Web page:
The other inn is the Star Inn, an attractive building which dates to the 15th century. The Star was built as a stopover place for pilgrims on their way to the shrine of St Richard at Chichester.
But the most famous historic building in Alfriston is probably Clergy House, a thatched, half-timbered Wealden hall house built in the 14th century. Clergy House was the very first property acquired by the National Trust in 1896. Clergy House offers a wonderful glimpse into how our ancestors lived during the medieval period, and how their houses were built. The house is surrounded by a traditional cottage garden.
And while visiting Alfriston, pop into the parish church of St Andrews. This lovely old building has been called The Cathedral of the Downs. It was built around 1360 in a cruciform shape topped by a central tower and slender spire.
Alfriston, Nr Polegate, East Sussex, BN26 5TL
Built in 1385 to defend the surrounding countryside and as a comfortable dwelling for a rich nobleman, Bodiam Castle is one of the finest examples of medieval architecture. The virtual completeness of its exterior makes it popular with adults, children and film crews alike. Inside, although a ruin, floors have been replaced in some of the towers and visitors can climb the spiral staircase to enjoy superb views from the battlements. Discover more of its intriguing past in an introductory film and new exhibition, and wander in the peacefully romantic Castle grounds.
Please contact us for up to date opening and admission information or see our website for more information.
Bodiam, Near Robertsbridge, East Sussex,TN32 5UA
Brighton was once the seaside bolthole of the Prince Regent –and his legacy is found in Regency architecture, fine parks and bejewelled churches. He also bestowed his libertine attitude on Brightonians. Throughout the city, established museums mix with quirky experiences.
Prince Regent’s farmhouse turned pleasure palace –the Royal Pavilion –is Brighton’s most distinctive icon. Built between 1787-1823, this dinky mock-Mughal extravaganza is a riot of jelly-mould domes and twiddly minarets. The best, most excessive bits though, are inside:the Music Room’s flying dragons and swirly carpets, and its much-gilded Banqueting Room.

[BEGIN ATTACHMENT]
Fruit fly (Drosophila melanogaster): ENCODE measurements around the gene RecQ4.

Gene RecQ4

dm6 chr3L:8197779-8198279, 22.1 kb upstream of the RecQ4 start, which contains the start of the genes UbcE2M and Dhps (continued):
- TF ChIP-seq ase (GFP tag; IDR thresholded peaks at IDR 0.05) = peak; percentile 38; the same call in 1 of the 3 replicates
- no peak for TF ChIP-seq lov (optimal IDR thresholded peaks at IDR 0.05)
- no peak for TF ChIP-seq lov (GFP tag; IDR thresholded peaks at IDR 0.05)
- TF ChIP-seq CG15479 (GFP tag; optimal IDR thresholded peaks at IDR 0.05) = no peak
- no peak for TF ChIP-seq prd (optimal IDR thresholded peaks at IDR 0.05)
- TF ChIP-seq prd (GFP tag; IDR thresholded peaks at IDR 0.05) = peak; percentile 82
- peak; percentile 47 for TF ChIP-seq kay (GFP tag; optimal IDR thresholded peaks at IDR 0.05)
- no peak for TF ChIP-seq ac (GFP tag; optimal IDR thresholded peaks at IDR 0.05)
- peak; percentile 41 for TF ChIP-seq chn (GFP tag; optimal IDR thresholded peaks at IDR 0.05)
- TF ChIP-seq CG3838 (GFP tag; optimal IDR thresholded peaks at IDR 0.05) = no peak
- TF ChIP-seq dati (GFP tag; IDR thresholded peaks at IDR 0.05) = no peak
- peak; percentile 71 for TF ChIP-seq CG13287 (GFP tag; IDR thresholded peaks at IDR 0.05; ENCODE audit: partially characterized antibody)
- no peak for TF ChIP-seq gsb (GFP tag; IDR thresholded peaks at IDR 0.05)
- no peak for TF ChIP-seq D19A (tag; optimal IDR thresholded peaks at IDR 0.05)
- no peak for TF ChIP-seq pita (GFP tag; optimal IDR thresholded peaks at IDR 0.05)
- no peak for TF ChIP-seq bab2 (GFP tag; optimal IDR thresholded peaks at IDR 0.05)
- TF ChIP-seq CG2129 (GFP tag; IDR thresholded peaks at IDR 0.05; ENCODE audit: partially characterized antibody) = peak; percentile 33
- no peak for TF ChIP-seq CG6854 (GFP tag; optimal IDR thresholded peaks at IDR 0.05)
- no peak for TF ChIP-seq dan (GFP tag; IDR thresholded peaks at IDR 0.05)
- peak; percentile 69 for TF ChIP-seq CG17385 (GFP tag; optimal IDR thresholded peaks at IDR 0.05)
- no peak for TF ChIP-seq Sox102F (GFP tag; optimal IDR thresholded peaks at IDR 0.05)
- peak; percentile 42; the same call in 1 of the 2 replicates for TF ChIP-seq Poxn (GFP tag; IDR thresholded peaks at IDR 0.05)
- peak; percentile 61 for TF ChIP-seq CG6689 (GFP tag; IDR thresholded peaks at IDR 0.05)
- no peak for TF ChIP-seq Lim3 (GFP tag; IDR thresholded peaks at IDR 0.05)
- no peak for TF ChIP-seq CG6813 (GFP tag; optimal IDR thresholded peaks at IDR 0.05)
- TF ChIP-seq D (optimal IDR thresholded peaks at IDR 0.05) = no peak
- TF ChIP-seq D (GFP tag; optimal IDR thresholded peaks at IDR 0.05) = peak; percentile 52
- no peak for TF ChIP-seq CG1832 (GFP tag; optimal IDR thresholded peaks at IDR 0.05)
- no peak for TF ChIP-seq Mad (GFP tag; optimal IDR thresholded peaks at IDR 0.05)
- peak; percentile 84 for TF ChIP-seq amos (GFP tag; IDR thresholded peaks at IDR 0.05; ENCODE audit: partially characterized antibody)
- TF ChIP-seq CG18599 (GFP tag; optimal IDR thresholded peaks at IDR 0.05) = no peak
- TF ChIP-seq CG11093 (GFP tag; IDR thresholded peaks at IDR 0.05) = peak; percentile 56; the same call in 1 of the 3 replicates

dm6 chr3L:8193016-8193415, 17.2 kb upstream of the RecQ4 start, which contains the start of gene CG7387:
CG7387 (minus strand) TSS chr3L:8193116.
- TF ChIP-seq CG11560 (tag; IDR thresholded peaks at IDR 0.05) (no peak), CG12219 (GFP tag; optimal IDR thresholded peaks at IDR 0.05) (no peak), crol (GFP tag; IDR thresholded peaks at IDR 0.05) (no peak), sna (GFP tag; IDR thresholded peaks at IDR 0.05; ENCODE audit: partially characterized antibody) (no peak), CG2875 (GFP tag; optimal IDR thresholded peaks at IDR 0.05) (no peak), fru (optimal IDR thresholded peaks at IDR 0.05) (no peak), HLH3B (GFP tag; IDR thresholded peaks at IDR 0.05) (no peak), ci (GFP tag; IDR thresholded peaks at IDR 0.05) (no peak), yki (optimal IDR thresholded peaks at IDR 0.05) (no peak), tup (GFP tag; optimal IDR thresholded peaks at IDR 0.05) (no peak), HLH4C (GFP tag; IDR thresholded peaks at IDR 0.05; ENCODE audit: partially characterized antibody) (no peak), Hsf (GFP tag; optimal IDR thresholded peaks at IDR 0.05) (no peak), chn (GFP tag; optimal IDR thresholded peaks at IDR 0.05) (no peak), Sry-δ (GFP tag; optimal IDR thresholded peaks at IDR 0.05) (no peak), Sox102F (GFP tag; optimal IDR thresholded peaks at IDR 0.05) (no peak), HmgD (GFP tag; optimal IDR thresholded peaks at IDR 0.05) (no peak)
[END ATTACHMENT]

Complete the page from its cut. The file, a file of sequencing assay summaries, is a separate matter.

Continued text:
Just north of Brighton pier is a warren of atmospheric alleyways and 'twittens' affectionately known as The Lanes. Originally fishermen’s homes and the heart of 18th century Brighthelmstone village, they’re now given over to jewellers, gift shops, pubs and cafés. Some lanes are so narrow you’ll rub shoulders with fellow gawkers, but this historic area is worth an exploration, particularly those alleys that encircle Meeting House Lane.
Brighton Pier is still the place for shot-in-the-arm seaside fun. Spend a few hours playing the slots, riding the dodgems and scoffing candyfloss and too many doughnuts. Don’t miss the retro-tacky ghost train and vertigo-inducing Air Racer.
Float above the city and seafront in Brighton’s futuristic 'vertical pier' – the British Airways i360. This is the world’s tallest moving observation tower, featuring a glass doughnut-shaped viewing platform that gently glides 138 metres above the city and Sussex coastline. The ride lasts 20 minutes and offers views over gardens, church spires and genteel Regency squares before spiralling towards the Downs and Beachy Head.
Brighton, East Sussex, BN2
Hastings is a town on England’s southeast coast. It's known for the 1066 Battle of Hastings, fought on a nearby field where Battle Abbey now stands. The Norman ruins of Hastings Castle, once home to William the Conqueror, overlook the English Channel. East along the shingle seafront of Stade beach, Hastings Fishermen’s Museum and Shipwreck Museum document maritime history. The Jerwood Gallery shows contemporary art.